An Australian popstar who was accidentally outed by a radio host has spoken of the stress of life in the closet.

Antony Callea was runner-up in Australian Idol and has subsequently had the highest-selling single in Australian chart history with The Prayer.

The singer’s sexuality was blurted out by traffic reporter Vic Lorusso. In March he accidentally revealed on air that his male friend’s partner was in fact the Aussie heartthrob.

The Sydney radio station quickly issued a statement saying that Mr Lorusso wasn’t aware that Mr Callea’s sexuality was a secret.

Mr Callea had been denying gay rumours for the past three years, and publicly stated: “I’m not gay. I don’t know why people say I am. A lot of people just make up rubbish.”

After his outing he gave an interview confirming he is gay, and said that while making the TV show he felt pressure not to come out – he did not want to be the “gay” contestant.

In today’s interview with Australia’s Daily Telegraph, Mr Callea said that he felt more relaxed being honest.

“I used to have this barrier up, part of me was scared. Releasing that weight off my shoulders has made me feel comfortable with myself; comfortable with anyone around me too. It’s a lot easier for me to walk into a room. There are no secrets any more.”

One of the most prominent gay men in Australia, Justice Michael Kirby, praised Mr Callea’s bravery in a speech in April.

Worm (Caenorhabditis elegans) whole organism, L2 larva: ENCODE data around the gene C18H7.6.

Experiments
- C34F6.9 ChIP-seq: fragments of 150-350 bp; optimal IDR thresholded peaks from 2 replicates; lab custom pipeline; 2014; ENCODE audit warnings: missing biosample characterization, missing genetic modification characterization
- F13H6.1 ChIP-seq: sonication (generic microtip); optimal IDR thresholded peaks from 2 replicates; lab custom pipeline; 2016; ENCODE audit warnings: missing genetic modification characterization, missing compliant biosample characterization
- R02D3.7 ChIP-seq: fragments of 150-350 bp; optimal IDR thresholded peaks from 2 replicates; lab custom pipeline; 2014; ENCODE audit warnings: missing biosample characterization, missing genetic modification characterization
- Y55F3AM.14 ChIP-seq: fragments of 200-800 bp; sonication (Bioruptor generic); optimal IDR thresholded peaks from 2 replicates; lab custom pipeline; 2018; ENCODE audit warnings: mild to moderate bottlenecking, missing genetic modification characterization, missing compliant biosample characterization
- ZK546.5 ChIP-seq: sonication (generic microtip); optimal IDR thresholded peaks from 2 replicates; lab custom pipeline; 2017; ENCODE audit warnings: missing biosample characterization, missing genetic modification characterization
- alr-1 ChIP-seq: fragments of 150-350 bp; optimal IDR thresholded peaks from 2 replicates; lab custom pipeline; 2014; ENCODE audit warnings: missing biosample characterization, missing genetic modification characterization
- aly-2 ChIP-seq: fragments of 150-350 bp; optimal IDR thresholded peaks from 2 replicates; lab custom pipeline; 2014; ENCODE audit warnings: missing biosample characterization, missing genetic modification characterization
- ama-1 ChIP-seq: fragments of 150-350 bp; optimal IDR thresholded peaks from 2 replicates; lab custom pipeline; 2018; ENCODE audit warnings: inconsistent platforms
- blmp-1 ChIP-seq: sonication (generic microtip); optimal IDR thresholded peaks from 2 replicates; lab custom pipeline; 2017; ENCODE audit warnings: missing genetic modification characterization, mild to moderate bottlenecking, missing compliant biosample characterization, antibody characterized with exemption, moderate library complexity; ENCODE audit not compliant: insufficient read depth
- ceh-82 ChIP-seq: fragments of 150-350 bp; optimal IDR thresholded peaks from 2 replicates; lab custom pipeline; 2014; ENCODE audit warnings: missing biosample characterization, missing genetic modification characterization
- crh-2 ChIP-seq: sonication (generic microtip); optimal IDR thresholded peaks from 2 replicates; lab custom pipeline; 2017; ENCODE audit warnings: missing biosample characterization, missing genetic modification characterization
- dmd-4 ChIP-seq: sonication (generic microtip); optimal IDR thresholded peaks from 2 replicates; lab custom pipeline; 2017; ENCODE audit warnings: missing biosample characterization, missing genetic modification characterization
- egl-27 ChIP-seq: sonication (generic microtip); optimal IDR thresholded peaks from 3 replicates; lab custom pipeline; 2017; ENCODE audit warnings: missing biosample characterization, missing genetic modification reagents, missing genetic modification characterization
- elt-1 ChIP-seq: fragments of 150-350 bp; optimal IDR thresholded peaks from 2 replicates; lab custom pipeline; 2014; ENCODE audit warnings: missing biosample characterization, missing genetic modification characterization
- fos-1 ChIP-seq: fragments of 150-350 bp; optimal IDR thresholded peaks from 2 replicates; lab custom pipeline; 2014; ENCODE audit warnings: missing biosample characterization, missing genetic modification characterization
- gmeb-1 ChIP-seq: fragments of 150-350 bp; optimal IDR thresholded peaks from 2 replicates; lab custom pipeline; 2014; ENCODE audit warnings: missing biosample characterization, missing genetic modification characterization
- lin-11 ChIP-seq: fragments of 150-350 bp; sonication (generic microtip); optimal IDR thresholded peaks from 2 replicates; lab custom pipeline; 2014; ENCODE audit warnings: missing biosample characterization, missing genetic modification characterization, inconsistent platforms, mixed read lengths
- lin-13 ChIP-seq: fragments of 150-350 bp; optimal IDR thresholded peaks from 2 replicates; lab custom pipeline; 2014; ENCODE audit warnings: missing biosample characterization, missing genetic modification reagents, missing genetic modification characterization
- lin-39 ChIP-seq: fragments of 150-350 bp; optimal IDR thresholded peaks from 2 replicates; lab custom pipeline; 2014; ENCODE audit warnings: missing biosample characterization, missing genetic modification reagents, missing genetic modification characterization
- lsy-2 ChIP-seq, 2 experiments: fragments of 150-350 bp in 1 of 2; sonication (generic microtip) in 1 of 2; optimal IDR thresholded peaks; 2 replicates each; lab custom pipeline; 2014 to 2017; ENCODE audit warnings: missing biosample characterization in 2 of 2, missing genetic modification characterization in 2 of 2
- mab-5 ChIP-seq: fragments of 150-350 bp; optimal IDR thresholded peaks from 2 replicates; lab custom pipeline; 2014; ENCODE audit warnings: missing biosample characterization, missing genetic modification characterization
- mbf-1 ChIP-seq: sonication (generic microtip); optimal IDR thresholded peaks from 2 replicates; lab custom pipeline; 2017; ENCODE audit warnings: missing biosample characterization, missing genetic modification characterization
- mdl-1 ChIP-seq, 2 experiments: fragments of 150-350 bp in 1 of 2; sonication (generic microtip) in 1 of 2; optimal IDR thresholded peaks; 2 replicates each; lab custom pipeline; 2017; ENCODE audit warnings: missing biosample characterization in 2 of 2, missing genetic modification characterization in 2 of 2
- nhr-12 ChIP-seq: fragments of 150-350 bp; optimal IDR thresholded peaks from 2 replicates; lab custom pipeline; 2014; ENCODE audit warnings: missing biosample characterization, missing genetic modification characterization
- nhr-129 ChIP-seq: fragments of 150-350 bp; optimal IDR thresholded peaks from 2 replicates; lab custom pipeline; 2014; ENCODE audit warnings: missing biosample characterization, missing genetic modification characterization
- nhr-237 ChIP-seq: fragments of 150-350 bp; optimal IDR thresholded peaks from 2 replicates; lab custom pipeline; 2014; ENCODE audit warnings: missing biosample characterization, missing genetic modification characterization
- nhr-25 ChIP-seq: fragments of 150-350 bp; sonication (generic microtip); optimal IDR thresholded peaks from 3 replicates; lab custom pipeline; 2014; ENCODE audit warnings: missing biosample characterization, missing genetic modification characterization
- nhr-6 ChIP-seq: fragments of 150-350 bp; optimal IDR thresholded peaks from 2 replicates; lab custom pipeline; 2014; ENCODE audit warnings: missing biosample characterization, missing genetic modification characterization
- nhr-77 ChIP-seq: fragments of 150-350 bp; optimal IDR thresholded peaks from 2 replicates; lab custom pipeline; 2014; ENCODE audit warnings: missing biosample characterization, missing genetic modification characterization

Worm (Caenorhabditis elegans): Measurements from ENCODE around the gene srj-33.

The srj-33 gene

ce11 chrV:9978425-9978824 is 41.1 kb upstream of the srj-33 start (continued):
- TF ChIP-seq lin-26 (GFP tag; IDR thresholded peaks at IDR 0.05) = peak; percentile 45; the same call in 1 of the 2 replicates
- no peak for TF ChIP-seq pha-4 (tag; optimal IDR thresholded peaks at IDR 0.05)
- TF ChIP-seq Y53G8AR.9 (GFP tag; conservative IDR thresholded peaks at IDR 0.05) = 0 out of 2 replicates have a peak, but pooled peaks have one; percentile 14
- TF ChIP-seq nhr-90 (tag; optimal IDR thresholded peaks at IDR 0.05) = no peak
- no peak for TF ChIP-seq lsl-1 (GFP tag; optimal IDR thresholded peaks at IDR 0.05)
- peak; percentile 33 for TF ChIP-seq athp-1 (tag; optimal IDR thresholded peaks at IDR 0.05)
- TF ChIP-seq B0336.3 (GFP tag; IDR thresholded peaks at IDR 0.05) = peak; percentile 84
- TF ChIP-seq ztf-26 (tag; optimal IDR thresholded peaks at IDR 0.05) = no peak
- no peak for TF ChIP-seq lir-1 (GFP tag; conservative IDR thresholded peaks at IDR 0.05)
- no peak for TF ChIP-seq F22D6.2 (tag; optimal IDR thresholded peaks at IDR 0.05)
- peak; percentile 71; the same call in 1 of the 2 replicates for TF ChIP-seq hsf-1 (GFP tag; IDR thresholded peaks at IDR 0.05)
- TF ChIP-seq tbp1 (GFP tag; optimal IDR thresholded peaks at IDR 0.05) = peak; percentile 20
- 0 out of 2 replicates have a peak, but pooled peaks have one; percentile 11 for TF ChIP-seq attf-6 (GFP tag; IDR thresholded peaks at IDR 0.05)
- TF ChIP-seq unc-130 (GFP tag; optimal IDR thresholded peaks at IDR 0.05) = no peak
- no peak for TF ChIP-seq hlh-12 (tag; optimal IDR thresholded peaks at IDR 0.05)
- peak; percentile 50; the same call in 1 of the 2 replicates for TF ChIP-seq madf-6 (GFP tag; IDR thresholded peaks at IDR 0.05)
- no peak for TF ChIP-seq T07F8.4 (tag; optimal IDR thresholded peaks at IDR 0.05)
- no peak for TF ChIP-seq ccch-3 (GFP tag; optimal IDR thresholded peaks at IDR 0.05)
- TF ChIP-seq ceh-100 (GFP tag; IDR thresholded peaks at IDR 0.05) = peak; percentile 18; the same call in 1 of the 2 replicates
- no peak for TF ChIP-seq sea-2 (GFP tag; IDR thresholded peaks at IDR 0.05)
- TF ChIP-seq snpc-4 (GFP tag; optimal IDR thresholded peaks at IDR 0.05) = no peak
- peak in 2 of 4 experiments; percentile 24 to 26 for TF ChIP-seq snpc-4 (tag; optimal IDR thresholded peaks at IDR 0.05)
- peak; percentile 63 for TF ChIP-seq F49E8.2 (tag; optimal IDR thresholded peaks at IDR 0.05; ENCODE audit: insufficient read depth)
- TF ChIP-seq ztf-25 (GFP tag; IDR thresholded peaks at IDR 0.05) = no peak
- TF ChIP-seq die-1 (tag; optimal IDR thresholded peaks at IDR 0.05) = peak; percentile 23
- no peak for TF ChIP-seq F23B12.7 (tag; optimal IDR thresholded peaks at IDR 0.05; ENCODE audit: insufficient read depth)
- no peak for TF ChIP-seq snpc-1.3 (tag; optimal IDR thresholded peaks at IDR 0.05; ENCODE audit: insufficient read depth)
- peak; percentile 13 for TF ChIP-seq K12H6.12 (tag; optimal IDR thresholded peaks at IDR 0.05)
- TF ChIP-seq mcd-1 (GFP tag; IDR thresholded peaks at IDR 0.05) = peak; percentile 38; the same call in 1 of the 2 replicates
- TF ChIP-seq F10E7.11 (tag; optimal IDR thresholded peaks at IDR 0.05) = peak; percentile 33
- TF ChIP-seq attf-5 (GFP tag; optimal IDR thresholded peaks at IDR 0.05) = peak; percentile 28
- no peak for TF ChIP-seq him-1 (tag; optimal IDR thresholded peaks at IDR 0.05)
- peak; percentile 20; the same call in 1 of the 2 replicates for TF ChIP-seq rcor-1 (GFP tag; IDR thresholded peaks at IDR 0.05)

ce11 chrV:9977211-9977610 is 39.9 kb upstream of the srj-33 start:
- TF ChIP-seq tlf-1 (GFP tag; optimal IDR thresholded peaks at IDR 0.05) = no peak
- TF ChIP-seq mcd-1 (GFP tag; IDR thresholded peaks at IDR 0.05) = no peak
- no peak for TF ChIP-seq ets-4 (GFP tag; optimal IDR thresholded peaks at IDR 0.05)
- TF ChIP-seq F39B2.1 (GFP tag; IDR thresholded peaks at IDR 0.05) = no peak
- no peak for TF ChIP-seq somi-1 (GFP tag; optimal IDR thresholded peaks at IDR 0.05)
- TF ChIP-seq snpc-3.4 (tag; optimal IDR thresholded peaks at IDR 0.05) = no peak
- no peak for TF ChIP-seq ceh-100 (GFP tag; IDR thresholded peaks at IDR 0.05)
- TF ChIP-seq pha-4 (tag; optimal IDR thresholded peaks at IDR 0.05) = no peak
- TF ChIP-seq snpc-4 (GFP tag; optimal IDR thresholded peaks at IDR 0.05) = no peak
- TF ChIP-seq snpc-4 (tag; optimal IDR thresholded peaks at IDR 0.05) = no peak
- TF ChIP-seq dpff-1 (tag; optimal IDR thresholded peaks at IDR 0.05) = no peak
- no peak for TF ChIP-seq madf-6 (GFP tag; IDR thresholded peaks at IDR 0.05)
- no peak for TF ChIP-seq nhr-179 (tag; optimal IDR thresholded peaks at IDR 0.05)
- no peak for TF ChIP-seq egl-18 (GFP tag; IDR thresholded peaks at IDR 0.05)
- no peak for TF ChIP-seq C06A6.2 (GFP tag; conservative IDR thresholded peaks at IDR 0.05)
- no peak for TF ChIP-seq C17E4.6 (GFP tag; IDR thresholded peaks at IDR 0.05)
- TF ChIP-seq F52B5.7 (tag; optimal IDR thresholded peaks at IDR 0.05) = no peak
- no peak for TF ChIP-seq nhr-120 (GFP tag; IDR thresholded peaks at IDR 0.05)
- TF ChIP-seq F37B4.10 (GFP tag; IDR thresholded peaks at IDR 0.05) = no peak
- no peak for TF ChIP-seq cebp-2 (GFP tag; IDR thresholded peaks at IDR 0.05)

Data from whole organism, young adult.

“Frankly I’d trade 10 judges for one pop star. I think it’s a wonderful thing that he’s expressed the truth and he’s getting on with his life,” he said.

The judge urged all Australians to “face up to the scientific fact that a small proportion of every society are gay, and that’s just part of reality.”

Mr Callea said the positive reactions from his fans and others surprised him.

“I had so many letters, not only from people like Justice Kirby but from teenagers and 30-year-olds who have gone through the same thing.

“I got one from a 15-year-old boy who said: “I came out to my parents after I read your story, but it wasn’t the best response because they kicked me out of home. Now I’m living with my aunty.”

“Then I got ones from people saying: “If you can do that and you’re in the public eye then anyone can do it.” If it helps one person, that’s great.

“You only live once, so why try to live a completely different life?” he told the Daily Telegraph.